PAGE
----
Jim Dixon wrote about food for WW for more than 20 years, but these days most of his time is spent at his olive oil-focused specialty food business Wellspent Market. Jim’s always loved to eat, and he encourages his customers to cook by sending them recipes every week through his newsletter. We’re happy to have him back creating some special dishes just for WW readers.
Lane Selman, the Sicilian American whirlwind behind the Culinary Breeding Network, calls the Pacific Northwest the Veneto of America because our upper-left corner shares a similar climate to Northeastern Italy, making it the perfect place to grow radicchio. Selman, a professor of practice at Oregon State University, brings together plant breeders, farmers, chefs, produce buyers, and eaters to find the best-tasting versions of vegetables suited to grow in these parts. She’s responsible for the annual Sagra di Radicchio, an Italian-inspired celebration of these flavorful chicories that seem to be in every restaurant’s salad.
But while Americans usually eat radicchio raw, Italians prefer it cooked. Either way, it’s not a bad idea to soak the bright magenta leaves in cold water to tame their characteristic bitter flavor. It comes from a compound called intybin or, to hair-splitting chemistry fans, lactucopicrin. It’s part of a group of plant-based chemicals called sesquiterpene lactones that create the distinctive smell and flavor of dandelions, sagebrush, and, of course, chicories like radicchio. Plants containing these bitter-tasting compounds have been used as medicine for thousands of years, but that bitterness also acts as a signal of something toxic to protect the plants from being eaten. That hasn’t stopped humans, though.
Despite the fact that we have more bitter-detecting genes than any other flavor detectors, we love coffee, chocolate, beer, radishes, gin and tonic, and lots of other foods that our taste buds warn might kill us. Maybe it’s because cultures around the world typically associate bitter foods with longevity. Modern science tells us there’s a good reason as many bitter compounds are antimicrobial, anti-inflammatory, and may help the body fight cancer cells.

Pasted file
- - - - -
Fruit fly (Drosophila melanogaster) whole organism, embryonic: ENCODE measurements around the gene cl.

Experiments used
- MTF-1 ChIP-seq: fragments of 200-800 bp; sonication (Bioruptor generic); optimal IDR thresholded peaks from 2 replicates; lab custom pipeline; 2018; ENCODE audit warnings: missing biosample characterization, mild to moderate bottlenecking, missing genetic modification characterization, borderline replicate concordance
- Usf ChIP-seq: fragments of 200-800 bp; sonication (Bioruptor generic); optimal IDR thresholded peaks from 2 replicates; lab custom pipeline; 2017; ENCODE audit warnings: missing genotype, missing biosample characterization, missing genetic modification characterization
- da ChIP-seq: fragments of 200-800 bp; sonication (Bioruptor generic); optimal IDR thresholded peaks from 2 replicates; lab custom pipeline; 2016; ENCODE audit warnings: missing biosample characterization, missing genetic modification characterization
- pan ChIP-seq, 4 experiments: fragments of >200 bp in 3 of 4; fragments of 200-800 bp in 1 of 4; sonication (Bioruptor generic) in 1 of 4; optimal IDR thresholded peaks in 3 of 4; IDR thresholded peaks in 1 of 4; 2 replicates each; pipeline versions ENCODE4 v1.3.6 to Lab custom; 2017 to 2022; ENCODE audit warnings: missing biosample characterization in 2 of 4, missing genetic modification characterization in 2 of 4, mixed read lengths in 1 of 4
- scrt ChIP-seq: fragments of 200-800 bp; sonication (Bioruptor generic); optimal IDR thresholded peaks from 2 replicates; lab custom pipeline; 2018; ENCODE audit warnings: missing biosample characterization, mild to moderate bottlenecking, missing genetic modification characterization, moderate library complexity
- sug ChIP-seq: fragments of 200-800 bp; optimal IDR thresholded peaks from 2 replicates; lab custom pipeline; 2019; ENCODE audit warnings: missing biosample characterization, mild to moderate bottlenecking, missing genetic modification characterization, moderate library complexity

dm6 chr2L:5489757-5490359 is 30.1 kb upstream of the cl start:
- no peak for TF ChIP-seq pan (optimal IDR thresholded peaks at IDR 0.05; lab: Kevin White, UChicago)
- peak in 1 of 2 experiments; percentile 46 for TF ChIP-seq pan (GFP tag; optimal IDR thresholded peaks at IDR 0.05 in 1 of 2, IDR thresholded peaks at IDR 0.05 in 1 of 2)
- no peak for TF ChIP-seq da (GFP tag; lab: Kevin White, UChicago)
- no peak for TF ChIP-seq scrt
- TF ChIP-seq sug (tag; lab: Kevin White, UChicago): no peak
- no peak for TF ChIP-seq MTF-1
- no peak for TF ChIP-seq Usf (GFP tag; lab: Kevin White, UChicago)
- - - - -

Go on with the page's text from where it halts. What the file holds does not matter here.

But some palates can’t handle too much bitterness. Fortunately intybin is water soluble, and soaking the cut leaves helps remove some of it. Another trick is mixing radicchio with other flavors that offset the bitterness. This stewlike dish uses the sweetness from slow-cooked onion and fennel, along with the savory qualities of celeriac and beans, to make radicchio even more delicious. Make the beans the day before and it comes together quickly.
White Beans and Radicchio with Celeriac and Fennel
1 large onion, chopped
1 fennel bulb, chopped
1 celeriac (aka celery root), peeled and cut into 1/2-inch pieces
1 cup white beans
1 small head radicchio
3 tablespoons extra-virgin olive oil
1 tablespoon wine vinegar
2 teaspoons kosher-style sea salt, divided, plus more as needed
Cut the radicchio into quarters, then slice each one into roughly 1/2-inch strips. Soak in cold water for at least 30 minutes, preferably a few hours. Longer soaking removes more bitter flavor.
Put the beans in a medium-sized saucepan with enough water to cover and 1 teaspoon of salt. Bring to a boil, reduce the heat to a simmer, and cook, covered, until the beans are very tender, 90 minutes to 2 hours. Check frequently and add more water as needed, but just enough to keep them covered. If making ahead of time, store in the refrigerator for up to 5 days.
Cook the onion and fennel in the olive oil and salt over medium heat until lightly browned, 15-20 minutes.
Add the celery root to the onion-fennel mix with about a cup of the liquid from the cooked beans (add a little water if needed). Cook until the celeriac is tender, 15-20 minutes
Add radicchio and cooked beans. Cook for another 15 minutes or until the radicchio is completely wilted. Taste and add salt if needed.